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Why journaling matters


Did you ever keep a diary as a kid?  A secret place to write down crushes, rant against your sister, sob about your friend’s betrayal?  I particularly remember a puffy pink diary with scented pages that came with a heart-shaped lock.  It was glorious.

Journaling is the grown-up version of “dear diary.”  It’s a safe place where I don’t have to perform or pretend, and I can muse, rant, confess or celebrate depending on the day.  There’s no obligation to my journal, just a useful way to sort and process what’s all going on in my head.  And I’m not the only one who sees the value in it.

16 reasons to journal

The value of a journal

Journaling, according to the University of Rochester’s Medical Center, helps

  • Manage anxiety
  • Reduce stress
  • Cope with depression
  • Prioritize problems, fears or concerns
  • Identify triggers
  • Track your progress
  • Let go of negative self-talk
  • Establish a feeling of control or order when life is chaotic
  • Improve your working memory

That’s a pretty impressive list.

It’s not the only one.  

Journaling has also been known to

  • Improve cognitive functioning
  • Be used in therapeutic settings
  • Strengthen immune systems
  • Promote action
  • Help with decision-making
  • Reduce physical symptoms, health problems and anxiety in women
  • Help overcome addiction

For real, this is a big deal.

What if it’s not for me?

But what if you hate journaling?  What if sitting in a comfy chair with a cup of tea with time for reflection makes you break out into hives?

Listen, this doesn’t have to be hard.  It’s not a life-sentence.  In fact, one of the most popular journaling movements right now is called “The 5-minute journal.”  5 minutes.  That’s it.  Honestly, it takes longer to brush your teeth than journal at that rate.

Getting started in journaling

So how do you get started?

  • get yourself a notebook.  One that inspires you, please, but any notebook will do.  I generally pay $3 for mine at the dollarstore, so it doesn’t have to break the bank.  Avoid using tablets or computers for this practice – go old fashioned with paper & pen.  I do recommend a notebook because it adds value to the process – being able to mark your progress, seeing where you’ve been and looking back to find patterns and triggers is a helpful aspect of journaling.  Keeping all your journaling in one place really helps with this process.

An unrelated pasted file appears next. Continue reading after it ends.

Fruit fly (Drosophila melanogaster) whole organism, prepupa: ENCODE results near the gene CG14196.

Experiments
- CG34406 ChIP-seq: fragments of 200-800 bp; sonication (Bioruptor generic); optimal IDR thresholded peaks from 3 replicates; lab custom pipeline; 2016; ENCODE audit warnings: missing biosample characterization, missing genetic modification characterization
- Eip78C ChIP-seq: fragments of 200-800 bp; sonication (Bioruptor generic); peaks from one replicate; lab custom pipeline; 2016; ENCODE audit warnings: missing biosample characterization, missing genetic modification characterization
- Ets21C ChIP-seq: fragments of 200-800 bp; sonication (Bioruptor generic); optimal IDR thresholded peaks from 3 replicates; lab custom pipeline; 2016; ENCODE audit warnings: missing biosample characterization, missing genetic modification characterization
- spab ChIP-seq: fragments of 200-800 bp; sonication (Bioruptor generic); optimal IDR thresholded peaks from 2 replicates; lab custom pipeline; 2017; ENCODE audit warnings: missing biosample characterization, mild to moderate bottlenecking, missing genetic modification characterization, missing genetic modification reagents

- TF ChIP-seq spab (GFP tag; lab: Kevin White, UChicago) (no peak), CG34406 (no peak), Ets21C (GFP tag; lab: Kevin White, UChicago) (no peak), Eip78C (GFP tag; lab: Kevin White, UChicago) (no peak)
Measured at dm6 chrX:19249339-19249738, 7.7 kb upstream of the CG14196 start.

• Alternatively, get yourself a printable journal, like our Biblical self-love journal. Print it out and put it in a binder or duo tang to make your own notebook. The benefit of printables is you can avoid a trip to the dollar store and it comes with journaling prompts to get you started if you don’t know what to write about.
  • Set a time and a time limit.  Adding journaling to your routine rather than hoping to make time at some point matters.  Whether just before going to bed, on your lunch break or with your morning coffee, pick a time to journal.  And don’t hesitate to actually set a timer and commit to 5 minutes, and only 5 minutes, to spend journaling.  
  • Keep it private.  The primary benefit of journaling is to help you process.  So once you’ve processed something, it’s up to you what you choose to share with others, but let the journal itself stay for your eyes only.
  • Date every entry.
  • Be authentic.  The freedom of transparent honesty is so important in journaling.  Don’t worry about messy writing or spelling mistakes – just show up.  Whether you are responding to journaling prompts or free-flow writing, let yourself be real.
  • End with reflection.  Writing is often gut-level, and sometimes your head needs a moment to catch up.  Let yourself consider what you’ve written before rushing off to the next thing.

See? That’s not so hard. I’ve even heard journaling called “the simplest & fastest way to become happier.”

The Bible talks about the value of evaluation, and it’s something most workplaces take seriously, but without taking time to reflect on your own life, we rarely evaluate the life we’re living. Journaling makes us pause and do just that. Gratitude journals help us celebrate life when it seems humdrum. Reflective journals help us identify patterns that need changing. Habit tracking journals help us stay on track when we’re trying to implement change. But even if your journal has no purpose other than a brain dump, it gives you a place to be intentional.

“Whether you’re keeping a journal or writing as a meditation, it’s the same thing. What’s important is you’re having a relationship with your mind.” – Natalie Goldberg

So what are you waiting for? Let’s get journaling!

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